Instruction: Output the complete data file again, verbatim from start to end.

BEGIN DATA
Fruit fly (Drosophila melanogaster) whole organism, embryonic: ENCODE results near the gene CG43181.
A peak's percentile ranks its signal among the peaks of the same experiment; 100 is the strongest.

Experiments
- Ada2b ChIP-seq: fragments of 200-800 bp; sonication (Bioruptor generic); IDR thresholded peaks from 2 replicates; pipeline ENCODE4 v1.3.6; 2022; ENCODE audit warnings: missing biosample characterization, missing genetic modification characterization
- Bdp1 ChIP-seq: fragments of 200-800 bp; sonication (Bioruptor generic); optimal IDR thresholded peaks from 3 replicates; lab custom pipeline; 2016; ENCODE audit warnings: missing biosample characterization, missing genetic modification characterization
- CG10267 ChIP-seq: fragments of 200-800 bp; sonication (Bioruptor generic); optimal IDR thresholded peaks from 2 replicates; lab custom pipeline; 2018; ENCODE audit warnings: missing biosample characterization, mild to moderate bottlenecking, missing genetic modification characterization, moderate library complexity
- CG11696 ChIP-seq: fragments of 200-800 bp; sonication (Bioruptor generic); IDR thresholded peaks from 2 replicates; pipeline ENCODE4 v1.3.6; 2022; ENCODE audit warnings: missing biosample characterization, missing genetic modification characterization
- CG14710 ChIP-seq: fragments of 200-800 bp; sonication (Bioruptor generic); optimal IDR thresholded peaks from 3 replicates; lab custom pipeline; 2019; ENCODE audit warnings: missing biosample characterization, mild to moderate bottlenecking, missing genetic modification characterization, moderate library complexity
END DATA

Fruit fly (Drosophila melanogaster) whole organism, embryonic: ENCODE results near the gene CG43181.
A peak's percentile ranks its signal among the peaks of the same experiment; 100 is the strongest.

Experiments
- Ada2b ChIP-seq: fragments of 200-800 bp; sonication (Bioruptor generic); IDR thresholded peaks from 2 replicates; pipeline ENCODE4 v1.3.6; 2022; ENCODE audit warnings: missing biosample characterization, missing genetic modification characterization
- Bdp1 ChIP-seq: fragments of 200-800 bp; sonication (Bioruptor generic); optimal IDR thresholded peaks from 3 replicates; lab custom pipeline; 2016; ENCODE audit warnings: missing biosample characterization, missing genetic modification characterization
- CG10267 ChIP-seq: fragments of 200-800 bp; sonication (Bioruptor generic); optimal IDR thresholded peaks from 2 replicates; lab custom pipeline; 2018; ENCODE audit warnings: missing biosample characterization, mild to moderate bottlenecking, missing genetic modification characterization, moderate library complexity
- CG11696 ChIP-seq: fragments of 200-800 bp; sonication (Bioruptor generic); IDR thresholded peaks from 2 replicates; pipeline ENCODE4 v1.3.6; 2022; ENCODE audit warnings: missing biosample characterization, missing genetic modification characterization
- CG14710 ChIP-seq: fragments of 200-800 bp; sonication (Bioruptor generic); optimal IDR thresholded peaks from 3 replicates; lab custom pipeline; 2019; ENCODE audit warnings: missing biosample characterization, mild to moderate bottlenecking, missing genetic modification characterization, moderate library complexity